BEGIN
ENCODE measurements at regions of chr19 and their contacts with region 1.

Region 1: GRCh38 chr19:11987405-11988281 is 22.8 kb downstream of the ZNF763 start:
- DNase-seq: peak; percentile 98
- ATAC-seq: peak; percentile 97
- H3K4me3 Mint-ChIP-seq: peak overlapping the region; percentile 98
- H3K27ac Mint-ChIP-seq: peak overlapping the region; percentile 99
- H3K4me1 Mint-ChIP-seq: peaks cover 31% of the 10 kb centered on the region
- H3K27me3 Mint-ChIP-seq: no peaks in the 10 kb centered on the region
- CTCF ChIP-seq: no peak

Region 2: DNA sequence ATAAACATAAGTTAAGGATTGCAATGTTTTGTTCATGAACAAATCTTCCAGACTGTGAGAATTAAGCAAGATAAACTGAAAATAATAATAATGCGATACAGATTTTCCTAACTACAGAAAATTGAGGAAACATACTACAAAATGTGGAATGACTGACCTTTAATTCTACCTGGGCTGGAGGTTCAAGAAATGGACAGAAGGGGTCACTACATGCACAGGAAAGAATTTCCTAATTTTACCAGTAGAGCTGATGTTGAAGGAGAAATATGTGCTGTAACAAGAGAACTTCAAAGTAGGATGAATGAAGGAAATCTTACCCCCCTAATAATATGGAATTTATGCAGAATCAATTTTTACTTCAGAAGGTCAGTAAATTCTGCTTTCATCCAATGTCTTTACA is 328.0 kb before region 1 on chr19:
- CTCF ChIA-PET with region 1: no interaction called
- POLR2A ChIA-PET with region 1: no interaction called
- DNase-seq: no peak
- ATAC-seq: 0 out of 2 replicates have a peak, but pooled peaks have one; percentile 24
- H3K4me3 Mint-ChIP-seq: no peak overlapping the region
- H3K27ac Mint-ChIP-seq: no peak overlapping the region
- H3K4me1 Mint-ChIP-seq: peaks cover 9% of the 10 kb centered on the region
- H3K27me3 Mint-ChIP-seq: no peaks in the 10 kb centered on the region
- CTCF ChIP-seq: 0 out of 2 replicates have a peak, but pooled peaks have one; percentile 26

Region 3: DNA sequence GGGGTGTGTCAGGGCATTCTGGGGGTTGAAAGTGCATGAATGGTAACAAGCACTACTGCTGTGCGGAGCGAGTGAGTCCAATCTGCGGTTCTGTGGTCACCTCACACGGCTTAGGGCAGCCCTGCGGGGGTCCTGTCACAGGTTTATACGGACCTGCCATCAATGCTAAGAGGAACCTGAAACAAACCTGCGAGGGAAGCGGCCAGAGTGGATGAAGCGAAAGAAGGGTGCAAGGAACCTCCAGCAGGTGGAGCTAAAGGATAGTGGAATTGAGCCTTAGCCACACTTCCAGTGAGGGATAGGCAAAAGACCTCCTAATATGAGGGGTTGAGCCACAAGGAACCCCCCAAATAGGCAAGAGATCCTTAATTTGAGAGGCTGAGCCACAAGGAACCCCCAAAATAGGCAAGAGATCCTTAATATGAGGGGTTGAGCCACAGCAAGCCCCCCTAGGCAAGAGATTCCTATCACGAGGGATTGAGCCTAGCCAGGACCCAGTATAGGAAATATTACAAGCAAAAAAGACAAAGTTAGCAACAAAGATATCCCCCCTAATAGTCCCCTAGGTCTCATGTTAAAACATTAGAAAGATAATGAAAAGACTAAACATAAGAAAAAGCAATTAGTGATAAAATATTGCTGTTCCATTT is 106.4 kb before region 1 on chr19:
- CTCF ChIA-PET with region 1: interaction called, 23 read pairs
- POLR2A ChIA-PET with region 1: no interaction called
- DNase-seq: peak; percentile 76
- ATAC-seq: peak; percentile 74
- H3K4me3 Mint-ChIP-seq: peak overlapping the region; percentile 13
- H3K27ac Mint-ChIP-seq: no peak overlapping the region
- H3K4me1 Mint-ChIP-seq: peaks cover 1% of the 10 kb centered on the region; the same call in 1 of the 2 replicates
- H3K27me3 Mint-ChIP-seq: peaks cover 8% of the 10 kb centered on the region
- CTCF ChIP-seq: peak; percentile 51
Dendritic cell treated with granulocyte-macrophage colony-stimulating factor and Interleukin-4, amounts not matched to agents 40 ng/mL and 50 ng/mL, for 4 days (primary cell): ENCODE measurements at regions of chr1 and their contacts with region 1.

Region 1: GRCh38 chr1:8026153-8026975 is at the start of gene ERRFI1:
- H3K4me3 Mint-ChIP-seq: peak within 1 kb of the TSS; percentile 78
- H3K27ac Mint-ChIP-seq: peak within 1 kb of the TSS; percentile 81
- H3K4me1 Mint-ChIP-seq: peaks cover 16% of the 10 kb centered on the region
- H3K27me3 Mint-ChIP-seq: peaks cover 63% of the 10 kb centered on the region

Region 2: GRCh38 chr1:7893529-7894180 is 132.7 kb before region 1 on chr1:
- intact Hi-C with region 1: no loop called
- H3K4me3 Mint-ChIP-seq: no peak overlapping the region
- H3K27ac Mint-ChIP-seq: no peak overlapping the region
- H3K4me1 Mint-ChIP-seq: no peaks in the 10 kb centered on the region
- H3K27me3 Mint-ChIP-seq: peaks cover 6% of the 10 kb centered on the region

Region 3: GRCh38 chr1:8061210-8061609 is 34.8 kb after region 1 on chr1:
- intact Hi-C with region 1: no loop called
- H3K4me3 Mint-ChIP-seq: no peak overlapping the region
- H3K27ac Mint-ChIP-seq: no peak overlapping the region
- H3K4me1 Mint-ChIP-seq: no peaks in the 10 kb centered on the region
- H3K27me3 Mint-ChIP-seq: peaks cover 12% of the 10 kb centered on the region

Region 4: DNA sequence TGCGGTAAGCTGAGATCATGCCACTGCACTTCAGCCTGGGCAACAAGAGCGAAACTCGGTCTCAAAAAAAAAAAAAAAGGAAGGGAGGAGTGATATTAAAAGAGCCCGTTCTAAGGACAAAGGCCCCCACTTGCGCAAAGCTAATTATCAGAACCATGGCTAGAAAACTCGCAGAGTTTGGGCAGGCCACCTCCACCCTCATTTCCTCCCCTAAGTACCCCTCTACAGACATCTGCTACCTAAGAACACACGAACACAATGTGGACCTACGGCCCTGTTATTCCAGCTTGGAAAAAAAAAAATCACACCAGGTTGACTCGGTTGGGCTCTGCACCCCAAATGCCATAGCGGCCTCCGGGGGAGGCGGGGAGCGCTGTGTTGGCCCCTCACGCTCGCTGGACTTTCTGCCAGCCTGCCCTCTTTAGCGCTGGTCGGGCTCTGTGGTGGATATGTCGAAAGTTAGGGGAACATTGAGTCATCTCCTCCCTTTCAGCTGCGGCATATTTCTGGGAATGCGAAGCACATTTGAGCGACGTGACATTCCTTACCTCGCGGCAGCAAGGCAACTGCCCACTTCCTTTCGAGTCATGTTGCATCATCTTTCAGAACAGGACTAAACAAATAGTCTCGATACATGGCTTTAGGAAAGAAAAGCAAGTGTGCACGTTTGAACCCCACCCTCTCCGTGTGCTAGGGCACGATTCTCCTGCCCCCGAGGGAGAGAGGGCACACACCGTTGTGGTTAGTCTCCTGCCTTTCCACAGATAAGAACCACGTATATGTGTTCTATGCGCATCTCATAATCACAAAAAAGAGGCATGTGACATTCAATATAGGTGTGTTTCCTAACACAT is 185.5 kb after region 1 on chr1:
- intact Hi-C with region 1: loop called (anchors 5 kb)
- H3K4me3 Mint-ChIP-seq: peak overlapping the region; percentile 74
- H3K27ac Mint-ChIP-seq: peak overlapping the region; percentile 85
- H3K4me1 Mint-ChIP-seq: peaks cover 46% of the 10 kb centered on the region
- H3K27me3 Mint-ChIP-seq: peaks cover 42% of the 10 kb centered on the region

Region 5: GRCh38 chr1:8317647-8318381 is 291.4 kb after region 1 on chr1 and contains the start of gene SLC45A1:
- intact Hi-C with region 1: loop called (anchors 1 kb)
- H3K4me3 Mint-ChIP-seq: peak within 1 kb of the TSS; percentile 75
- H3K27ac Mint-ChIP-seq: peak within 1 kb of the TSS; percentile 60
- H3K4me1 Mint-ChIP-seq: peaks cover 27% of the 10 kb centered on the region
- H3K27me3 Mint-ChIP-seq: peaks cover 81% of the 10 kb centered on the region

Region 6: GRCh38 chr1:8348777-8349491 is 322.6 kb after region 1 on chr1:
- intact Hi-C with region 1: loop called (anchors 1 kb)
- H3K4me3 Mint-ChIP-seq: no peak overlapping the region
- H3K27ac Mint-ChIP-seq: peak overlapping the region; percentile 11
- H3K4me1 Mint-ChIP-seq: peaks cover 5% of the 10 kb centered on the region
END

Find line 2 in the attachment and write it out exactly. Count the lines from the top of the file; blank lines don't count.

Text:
Region 1: GRCh38 chr19:11987405-11988281 is 22.8 kb downstream of the ZNF763 start: